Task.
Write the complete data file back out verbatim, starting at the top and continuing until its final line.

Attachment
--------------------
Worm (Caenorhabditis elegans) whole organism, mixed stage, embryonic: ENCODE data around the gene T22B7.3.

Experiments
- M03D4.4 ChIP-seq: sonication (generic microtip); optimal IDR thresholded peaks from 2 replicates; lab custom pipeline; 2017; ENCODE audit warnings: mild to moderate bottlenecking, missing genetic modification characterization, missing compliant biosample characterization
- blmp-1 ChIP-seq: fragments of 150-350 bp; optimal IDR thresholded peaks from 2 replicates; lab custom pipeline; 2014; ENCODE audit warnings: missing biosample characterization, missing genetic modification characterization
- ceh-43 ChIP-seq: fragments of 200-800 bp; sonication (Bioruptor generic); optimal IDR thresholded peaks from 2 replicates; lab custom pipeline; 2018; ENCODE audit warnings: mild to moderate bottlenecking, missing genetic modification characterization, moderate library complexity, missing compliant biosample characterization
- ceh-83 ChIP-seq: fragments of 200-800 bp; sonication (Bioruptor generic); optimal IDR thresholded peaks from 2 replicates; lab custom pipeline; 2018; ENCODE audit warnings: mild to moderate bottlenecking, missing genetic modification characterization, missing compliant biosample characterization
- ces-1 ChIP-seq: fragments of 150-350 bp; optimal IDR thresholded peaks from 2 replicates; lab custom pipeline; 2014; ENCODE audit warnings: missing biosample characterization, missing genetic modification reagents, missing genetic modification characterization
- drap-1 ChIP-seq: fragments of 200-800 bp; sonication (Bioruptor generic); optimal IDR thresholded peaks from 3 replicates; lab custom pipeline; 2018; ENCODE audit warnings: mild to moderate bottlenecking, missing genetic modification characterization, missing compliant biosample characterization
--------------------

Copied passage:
Worm (Caenorhabditis elegans) whole organism, mixed stage, embryonic: ENCODE data around the gene T22B7.3.

Experiments
- M03D4.4 ChIP-seq: sonication (generic microtip); optimal IDR thresholded peaks from 2 replicates; lab custom pipeline; 2017; ENCODE audit warnings: mild to moderate bottlenecking, missing genetic modification characterization, missing compliant biosample characterization
- blmp-1 ChIP-seq: fragments of 150-350 bp; optimal IDR thresholded peaks from 2 replicates; lab custom pipeline; 2014; ENCODE audit warnings: missing biosample characterization, missing genetic modification characterization
- ceh-43 ChIP-seq: fragments of 200-800 bp; sonication (Bioruptor generic); optimal IDR thresholded peaks from 2 replicates; lab custom pipeline; 2018; ENCODE audit warnings: mild to moderate bottlenecking, missing genetic modification characterization, moderate library complexity, missing compliant biosample characterization
- ceh-83 ChIP-seq: fragments of 200-800 bp; sonication (Bioruptor generic); optimal IDR thresholded peaks from 2 replicates; lab custom pipeline; 2018; ENCODE audit warnings: mild to moderate bottlenecking, missing genetic modification characterization, missing compliant biosample characterization
- ces-1 ChIP-seq: fragments of 150-350 bp; optimal IDR thresholded peaks from 2 replicates; lab custom pipeline; 2014; ENCODE audit warnings: missing biosample characterization, missing genetic modification reagents, missing genetic modification characterization
- drap-1 ChIP-seq: fragments of 200-800 bp; sonication (Bioruptor generic); optimal IDR thresholded peaks from 3 replicates; lab custom pipeline; 2018; ENCODE audit warnings: mild to moderate bottlenecking, missing genetic modification characterization, missing compliant biosample characterization